By tehconi | August 29, 2007
Perfectionism is a double-edged sword. On one hand, it can push you to strive for higher standards of achievement. On the other hand, you can get stuck if you insist to make everything perfect before you produce a piece of work. Worse, if you think that you have to be perfect before you try anything, you will never get around to doing it.
I remember, in biology class some years ago, the teacher instructed us to sketch a certain specimen. Many of my classmates were already starting to draw, but I was still staring at the specimen thinking how I should draw my first stroke. After a while, my friend sitting next to me decided to help me out and started drawing on my piece of paper. She told me to stop musing and just get started. It didn’t have to be perfect, just get it going. Just do it.
I realise that I suffer from the curse of perfectionism. Maybe that’s why I’m a “late developer” in some aspects of my life. Sometimes I try to remind myself about this, but most of the time the perfectionism in me raises its ugly head and hides behind the guises of “high standards” and “I’m not doing it until I’m sure I can do it very very well”.
It’s not wrong to expect high standards for myself and the work I produce. However if it starts to affect the momentum and get you stuck, then it’s truly a curse. Sometimes it may even result in “brainfreeze” where you get stuck on a certain point and you just can’t break through. Much like a dog tied to a pole trying to free itself by running in circles.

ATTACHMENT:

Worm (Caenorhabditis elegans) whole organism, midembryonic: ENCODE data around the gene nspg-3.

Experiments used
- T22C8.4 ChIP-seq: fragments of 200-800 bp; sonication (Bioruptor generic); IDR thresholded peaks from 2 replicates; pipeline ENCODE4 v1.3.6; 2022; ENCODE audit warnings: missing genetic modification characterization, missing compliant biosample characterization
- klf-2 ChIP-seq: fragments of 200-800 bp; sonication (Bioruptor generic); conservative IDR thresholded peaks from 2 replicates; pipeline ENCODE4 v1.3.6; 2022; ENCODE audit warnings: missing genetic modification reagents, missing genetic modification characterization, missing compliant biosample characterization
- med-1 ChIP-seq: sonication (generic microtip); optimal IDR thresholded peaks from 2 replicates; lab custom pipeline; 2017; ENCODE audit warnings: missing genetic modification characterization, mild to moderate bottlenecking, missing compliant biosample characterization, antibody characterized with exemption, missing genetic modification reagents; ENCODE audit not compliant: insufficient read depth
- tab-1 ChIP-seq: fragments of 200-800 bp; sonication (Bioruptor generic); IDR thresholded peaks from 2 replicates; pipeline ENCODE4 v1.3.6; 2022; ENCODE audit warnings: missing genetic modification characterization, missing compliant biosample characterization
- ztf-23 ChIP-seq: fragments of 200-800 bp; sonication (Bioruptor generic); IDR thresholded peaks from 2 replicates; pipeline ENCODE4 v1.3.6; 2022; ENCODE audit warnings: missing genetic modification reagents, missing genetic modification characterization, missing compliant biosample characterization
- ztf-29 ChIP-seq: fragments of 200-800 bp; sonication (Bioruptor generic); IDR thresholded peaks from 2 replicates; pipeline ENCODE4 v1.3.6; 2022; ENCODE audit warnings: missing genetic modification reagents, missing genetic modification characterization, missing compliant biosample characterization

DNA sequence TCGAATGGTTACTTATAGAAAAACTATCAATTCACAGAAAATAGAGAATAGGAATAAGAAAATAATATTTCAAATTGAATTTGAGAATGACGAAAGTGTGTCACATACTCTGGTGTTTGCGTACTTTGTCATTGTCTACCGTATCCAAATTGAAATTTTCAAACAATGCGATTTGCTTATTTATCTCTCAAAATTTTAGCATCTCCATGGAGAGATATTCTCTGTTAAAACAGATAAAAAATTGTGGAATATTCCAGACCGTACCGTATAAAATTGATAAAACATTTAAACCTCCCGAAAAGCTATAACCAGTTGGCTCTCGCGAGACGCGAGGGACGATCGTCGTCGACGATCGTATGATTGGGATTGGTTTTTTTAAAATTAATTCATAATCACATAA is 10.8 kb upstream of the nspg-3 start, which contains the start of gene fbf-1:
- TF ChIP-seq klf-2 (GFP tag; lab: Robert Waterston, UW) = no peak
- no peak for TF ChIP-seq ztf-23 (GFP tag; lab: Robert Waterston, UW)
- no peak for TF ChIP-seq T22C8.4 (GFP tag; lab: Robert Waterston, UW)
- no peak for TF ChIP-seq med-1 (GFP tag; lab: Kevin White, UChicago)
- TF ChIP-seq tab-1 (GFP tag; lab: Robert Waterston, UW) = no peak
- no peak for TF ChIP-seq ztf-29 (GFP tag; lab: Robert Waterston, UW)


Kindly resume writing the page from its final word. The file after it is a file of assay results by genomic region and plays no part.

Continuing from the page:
Perfectionism can also affect your self-esteem because you are always comparing yourself to the high standard which you set for yourself. When you are learning a new skill, it’s not possible to be perfect during the initial stage of learning. So if you keep comparing your performance with the perfect score you imagine for yourself, you are going to get demotivated very quickly. And that’s not going to help you in learning the skill.
You don’t have to get it right. You just have to get it going.
Do yourself a favor. Don’t judge yourself the first 20 times you try to execute a new skill.
And as we progress along the learning curve, it’ll be worthwhile to remember the 80/20 rule and the law of diminishing returns as you try to perfect your work.